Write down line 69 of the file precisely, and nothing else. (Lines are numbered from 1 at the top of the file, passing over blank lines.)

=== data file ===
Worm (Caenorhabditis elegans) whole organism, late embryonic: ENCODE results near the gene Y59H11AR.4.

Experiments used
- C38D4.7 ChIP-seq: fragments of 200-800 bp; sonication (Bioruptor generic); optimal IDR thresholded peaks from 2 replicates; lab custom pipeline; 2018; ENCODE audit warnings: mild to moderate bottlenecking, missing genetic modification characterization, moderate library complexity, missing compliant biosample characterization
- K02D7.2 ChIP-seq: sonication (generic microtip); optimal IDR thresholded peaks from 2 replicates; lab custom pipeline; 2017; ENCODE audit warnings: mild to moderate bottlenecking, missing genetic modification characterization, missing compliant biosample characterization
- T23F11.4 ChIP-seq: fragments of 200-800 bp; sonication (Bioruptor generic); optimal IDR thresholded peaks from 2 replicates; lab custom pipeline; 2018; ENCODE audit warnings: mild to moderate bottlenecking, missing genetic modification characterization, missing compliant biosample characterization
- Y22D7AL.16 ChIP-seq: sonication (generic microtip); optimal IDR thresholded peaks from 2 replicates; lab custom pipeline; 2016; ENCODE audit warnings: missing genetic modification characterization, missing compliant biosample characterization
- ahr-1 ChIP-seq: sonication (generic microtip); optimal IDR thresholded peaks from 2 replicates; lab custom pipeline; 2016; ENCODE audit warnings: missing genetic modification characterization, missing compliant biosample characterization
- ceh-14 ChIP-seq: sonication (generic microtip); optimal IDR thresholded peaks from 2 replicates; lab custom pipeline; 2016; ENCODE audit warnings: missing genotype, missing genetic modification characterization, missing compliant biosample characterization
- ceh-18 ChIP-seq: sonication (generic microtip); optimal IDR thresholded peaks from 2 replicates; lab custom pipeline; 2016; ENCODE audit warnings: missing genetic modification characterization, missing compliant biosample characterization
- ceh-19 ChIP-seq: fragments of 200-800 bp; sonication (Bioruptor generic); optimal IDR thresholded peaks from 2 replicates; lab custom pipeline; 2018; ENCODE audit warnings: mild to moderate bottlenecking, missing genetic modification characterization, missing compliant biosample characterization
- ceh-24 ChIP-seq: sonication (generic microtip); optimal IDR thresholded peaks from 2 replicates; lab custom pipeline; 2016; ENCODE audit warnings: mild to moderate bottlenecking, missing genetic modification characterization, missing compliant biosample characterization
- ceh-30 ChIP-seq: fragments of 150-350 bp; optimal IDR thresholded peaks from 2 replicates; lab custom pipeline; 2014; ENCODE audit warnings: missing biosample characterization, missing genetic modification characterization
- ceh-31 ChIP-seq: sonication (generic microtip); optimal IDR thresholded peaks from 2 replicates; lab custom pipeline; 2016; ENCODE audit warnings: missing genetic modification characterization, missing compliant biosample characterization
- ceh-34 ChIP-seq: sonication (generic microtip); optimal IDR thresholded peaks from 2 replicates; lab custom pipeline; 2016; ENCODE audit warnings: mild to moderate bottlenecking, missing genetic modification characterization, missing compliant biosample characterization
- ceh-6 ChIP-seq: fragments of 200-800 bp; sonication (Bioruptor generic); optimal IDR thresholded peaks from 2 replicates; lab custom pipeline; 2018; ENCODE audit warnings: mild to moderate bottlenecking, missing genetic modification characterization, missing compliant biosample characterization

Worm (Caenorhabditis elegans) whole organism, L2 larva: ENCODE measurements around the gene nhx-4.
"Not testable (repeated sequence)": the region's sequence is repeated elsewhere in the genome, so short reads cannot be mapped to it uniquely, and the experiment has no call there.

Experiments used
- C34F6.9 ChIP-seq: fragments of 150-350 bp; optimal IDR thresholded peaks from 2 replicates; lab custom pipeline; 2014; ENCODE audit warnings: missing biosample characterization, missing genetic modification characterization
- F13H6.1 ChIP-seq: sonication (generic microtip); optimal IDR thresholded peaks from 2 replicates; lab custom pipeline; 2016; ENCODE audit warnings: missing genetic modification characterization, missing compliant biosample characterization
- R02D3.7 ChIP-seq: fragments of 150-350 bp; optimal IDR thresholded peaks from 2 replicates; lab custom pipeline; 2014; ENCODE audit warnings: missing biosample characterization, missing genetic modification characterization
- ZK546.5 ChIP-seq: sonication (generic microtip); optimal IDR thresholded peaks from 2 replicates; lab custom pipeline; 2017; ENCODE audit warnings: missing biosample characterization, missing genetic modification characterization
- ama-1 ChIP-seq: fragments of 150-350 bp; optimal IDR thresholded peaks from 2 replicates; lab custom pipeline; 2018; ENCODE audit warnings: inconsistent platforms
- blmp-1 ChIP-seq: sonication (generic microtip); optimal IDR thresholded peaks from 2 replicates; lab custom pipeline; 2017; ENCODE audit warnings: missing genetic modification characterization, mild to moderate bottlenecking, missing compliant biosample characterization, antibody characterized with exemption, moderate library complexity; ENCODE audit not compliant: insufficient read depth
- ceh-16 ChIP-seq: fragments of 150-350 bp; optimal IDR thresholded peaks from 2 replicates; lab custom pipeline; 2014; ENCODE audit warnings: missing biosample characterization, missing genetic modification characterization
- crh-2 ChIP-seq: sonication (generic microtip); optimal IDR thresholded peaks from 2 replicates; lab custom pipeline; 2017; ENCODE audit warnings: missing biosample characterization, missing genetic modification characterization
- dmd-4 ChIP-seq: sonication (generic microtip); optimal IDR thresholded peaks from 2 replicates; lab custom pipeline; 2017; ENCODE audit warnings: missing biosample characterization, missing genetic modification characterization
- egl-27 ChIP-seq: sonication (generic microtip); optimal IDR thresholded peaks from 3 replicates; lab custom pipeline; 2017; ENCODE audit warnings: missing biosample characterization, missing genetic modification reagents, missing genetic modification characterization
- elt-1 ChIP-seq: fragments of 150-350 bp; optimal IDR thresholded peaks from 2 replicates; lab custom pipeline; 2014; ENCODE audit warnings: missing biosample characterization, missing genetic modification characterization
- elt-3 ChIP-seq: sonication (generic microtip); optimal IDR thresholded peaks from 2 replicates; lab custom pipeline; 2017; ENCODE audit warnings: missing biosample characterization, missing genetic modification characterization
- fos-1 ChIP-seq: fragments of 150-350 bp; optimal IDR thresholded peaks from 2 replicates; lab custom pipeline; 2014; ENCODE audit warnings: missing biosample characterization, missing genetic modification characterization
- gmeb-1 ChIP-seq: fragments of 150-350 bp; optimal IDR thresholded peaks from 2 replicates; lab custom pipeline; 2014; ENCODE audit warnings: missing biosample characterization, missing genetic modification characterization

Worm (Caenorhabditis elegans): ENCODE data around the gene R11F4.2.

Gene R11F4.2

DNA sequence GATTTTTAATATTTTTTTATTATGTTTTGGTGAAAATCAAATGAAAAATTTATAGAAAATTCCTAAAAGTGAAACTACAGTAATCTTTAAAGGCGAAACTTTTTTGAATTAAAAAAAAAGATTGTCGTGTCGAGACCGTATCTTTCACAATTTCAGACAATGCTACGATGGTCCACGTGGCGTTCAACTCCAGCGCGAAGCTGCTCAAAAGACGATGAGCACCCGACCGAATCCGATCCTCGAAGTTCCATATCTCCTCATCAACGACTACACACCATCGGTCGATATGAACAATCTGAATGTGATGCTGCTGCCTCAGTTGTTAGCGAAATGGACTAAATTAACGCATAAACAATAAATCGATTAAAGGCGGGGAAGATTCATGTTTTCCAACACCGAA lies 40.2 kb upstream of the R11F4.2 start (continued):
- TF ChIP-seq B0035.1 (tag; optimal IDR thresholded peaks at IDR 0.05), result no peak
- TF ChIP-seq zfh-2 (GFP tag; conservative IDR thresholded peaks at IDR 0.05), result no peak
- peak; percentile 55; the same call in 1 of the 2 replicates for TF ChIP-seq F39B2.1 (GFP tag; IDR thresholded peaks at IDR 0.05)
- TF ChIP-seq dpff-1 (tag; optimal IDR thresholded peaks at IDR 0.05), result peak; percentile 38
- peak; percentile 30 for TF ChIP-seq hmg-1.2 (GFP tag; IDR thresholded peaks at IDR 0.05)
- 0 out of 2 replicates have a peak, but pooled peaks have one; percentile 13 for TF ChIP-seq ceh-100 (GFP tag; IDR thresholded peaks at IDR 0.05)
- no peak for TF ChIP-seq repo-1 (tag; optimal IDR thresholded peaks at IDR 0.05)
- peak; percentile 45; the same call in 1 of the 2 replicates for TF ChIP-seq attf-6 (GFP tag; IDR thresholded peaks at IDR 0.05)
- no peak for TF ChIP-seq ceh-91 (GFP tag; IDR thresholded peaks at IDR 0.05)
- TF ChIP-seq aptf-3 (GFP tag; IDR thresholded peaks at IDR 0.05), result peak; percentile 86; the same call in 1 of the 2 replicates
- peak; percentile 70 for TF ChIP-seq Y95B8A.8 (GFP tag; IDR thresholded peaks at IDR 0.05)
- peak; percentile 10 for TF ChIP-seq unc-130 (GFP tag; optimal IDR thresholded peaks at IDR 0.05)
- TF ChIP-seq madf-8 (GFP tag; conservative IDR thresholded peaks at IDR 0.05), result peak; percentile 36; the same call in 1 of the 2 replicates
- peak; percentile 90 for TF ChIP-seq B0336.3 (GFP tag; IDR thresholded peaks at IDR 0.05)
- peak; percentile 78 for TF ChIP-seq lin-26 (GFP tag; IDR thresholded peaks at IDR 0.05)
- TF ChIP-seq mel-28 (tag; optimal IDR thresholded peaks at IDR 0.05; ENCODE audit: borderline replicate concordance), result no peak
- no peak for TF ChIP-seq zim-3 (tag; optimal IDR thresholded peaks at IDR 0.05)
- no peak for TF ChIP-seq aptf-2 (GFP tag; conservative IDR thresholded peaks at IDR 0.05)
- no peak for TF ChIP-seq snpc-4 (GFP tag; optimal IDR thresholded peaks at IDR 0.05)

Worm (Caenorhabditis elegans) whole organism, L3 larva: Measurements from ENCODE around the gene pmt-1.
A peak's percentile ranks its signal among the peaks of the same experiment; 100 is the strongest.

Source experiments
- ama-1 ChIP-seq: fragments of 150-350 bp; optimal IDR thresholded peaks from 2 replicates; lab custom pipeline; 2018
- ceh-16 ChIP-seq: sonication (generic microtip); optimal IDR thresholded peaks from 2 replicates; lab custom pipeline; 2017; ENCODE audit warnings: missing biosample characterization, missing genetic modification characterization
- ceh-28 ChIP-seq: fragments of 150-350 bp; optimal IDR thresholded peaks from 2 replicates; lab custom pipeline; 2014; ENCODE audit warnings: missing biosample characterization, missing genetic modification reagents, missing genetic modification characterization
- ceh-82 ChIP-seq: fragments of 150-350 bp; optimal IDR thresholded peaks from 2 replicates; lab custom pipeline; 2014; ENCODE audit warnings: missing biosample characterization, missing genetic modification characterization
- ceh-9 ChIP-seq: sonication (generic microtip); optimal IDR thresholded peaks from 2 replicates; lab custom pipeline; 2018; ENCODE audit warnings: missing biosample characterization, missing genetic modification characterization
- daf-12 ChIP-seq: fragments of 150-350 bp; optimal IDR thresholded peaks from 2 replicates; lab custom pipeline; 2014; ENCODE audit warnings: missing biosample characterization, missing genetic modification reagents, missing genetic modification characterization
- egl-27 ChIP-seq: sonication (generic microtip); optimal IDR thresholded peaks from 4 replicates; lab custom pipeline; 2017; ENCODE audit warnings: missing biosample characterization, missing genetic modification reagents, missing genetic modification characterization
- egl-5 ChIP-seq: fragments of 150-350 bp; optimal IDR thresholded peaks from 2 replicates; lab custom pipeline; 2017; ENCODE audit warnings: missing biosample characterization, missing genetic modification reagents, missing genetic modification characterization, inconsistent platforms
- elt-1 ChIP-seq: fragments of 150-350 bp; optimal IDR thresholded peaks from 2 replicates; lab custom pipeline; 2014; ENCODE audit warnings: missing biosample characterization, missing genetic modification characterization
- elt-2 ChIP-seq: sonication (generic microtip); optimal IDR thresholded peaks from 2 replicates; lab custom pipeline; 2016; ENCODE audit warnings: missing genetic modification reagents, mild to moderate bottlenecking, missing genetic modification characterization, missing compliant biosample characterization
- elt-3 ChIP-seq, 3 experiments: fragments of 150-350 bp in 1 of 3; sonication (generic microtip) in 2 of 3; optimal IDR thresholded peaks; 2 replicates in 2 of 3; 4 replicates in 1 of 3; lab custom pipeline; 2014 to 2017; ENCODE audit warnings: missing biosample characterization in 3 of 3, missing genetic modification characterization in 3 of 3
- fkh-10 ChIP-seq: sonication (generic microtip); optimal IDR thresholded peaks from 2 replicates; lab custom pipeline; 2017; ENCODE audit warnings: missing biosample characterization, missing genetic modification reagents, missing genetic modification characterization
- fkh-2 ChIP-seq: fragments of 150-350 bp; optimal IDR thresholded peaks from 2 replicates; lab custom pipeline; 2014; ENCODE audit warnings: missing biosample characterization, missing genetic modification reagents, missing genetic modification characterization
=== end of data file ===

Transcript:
- fkh-10 ChIP-seq: sonication (generic microtip); optimal IDR thresholded peaks from 2 replicates; lab custom pipeline; 2017; ENCODE audit warnings: missing biosample characterization, missing genetic modification reagents, missing genetic modification characterization